Coleman, C. L. (2018). Perceptions of accommodation enhancements on student academic achievement in higher education (Publication No. 13427044) [Doctoral dissertation, Lindenwood University]. ProQuest Dissertations and Theses Global. https://www.proquest.com/docview/2175871167
Lindenwood University (St. Charles, MO); ProQuest document ID: 2175871167
Accommodations were not specified, but were broadly discussed. The perspectives of postsecondary students with and without disabilities were investigated regarding the concept of "reasonable accommodations" and their effects.
Postsecondary students (n=86) from a private liberal arts university in the Midwest (U.S.) responded to surveys, and some respondents (n=4) also volunteered to participate in focus group interviews. Nearly all respondents (n=80; 93%) were students without disabilities; six respondents indicated that they had disabilities. Two respondents with disabilities reported that they used accommodations, and four indicated that they did not use accommodations. The initial number of students recruited was 104, with several neither starting nor completing the online survey; further, surveys were missing some item responses, including data on personal characteristics. Respondents were mostly undergraduate students (n=70), yet some respondents had completed their undergraduate program (n=9), including three who had completed either a Masters or Doctorate; seven provided no information. Demographic data such as gender and age, and other information such as cumulative grade point averages (GPAs) were also collected.
The online survey included 13 items, framed primarily as a satisfaction survey with ratings on a 5-point scale: not satisfied, moderately satisfied, meets satisfaction, exceeds satisfaction, exceptional satisfaction. Items pertained to knowledge and satisfaction of disability services, availability of accommodations, accommodations process, effects of accommodations on academic performance, and potential attitudes about accommodations for both students with and without disabilities. Focus group protocol items asked for further details and perceptions addressed in the survey. The survey and focus group protocols generated data that were analyzed qualitatively.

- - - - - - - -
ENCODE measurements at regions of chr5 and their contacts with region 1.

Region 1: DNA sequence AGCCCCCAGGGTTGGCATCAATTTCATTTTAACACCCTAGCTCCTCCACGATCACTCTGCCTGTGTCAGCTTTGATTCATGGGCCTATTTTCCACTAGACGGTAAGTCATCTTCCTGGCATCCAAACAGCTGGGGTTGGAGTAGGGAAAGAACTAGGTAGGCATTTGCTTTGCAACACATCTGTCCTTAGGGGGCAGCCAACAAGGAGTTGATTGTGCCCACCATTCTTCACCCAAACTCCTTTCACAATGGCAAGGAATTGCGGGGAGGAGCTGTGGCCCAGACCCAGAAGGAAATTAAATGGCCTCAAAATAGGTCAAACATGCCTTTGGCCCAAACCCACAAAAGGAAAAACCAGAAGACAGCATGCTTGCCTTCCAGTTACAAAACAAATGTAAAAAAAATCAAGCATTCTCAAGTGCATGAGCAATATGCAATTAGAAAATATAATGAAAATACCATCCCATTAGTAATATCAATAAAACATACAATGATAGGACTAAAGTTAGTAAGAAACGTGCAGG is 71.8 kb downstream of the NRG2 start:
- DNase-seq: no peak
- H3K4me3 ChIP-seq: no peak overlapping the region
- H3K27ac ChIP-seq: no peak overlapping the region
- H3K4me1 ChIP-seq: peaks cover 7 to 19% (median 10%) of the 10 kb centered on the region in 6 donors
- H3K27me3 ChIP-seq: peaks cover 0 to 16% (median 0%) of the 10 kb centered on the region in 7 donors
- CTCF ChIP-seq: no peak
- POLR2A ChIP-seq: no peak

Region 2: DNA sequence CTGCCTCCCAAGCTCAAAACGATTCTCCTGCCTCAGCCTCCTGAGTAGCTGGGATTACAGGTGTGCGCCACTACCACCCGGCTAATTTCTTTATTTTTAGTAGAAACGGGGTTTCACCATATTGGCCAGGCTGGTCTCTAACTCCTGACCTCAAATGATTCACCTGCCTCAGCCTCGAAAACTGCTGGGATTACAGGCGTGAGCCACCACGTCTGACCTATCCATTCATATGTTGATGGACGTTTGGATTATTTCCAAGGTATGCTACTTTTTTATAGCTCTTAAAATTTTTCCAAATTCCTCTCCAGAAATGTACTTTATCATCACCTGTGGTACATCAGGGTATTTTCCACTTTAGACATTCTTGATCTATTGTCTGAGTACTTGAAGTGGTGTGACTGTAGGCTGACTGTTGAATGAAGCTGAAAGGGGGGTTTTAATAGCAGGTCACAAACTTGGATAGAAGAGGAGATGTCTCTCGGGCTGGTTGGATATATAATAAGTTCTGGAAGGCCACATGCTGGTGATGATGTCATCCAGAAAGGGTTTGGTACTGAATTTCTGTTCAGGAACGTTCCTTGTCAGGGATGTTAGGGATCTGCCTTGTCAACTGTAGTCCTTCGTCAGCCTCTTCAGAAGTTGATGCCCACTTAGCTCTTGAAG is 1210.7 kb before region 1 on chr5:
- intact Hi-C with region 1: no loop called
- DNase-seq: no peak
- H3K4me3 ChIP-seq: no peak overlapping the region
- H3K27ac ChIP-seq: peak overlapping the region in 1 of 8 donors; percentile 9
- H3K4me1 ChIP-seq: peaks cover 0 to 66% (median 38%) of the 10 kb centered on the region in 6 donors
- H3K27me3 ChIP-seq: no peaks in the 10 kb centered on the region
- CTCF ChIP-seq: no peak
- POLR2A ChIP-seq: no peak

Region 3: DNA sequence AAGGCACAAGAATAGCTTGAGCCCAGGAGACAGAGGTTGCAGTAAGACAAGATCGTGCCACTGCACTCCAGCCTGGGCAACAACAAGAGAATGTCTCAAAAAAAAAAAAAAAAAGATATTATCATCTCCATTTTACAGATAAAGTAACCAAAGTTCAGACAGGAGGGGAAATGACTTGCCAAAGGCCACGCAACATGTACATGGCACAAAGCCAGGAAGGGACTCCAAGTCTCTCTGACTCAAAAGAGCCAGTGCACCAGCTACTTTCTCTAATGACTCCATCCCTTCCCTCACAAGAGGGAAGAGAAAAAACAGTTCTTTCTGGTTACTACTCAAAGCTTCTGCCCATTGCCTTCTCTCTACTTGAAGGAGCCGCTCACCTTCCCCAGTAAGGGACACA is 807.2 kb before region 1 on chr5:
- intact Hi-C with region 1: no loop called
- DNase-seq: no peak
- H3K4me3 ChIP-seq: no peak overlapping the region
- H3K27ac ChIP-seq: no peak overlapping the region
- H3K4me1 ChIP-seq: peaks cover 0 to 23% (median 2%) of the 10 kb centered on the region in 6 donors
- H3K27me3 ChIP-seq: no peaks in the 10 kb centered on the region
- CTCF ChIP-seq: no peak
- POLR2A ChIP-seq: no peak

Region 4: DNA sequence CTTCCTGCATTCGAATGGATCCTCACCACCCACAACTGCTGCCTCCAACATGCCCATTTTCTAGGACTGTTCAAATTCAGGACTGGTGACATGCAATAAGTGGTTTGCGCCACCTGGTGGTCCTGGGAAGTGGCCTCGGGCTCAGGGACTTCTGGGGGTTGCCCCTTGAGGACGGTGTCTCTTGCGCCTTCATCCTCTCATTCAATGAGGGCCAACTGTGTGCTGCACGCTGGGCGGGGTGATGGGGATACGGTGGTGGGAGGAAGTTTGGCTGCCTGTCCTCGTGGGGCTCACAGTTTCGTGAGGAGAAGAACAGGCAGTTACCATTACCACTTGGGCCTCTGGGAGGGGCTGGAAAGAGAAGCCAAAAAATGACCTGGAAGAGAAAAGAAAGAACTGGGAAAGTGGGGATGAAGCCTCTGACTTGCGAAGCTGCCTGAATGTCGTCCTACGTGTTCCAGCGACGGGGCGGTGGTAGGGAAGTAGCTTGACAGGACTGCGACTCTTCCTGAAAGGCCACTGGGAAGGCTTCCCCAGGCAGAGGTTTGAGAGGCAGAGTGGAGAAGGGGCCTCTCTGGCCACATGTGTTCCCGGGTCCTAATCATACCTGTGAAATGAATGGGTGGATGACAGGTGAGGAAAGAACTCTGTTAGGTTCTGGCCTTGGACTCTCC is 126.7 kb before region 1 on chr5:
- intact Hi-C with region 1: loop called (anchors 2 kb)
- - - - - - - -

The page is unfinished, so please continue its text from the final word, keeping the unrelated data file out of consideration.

The researcher concluded, after reviewing qualitative data from survey respondents and focus group participants, that students with disabilities felt equally as capable as their non-disabled peers in terms of academic achievement. Broadly, study participants communicated that they felt all students could benefit from accommodations. Many survey respondents, and all focus group participants communicated that accommodations have not given students with disabilities an unfair advantage. One respondent using accommodations rated their course outcomes as exceeding satisfaction, while another respondent using accommodations was not satisfied. The participants with disabilities not receiving accommodations experienced indifference towards self-advocating for accommodations. Generally, study participants seemed to demonstrate positive perceptions about the availability of accommodations for students with disabilities.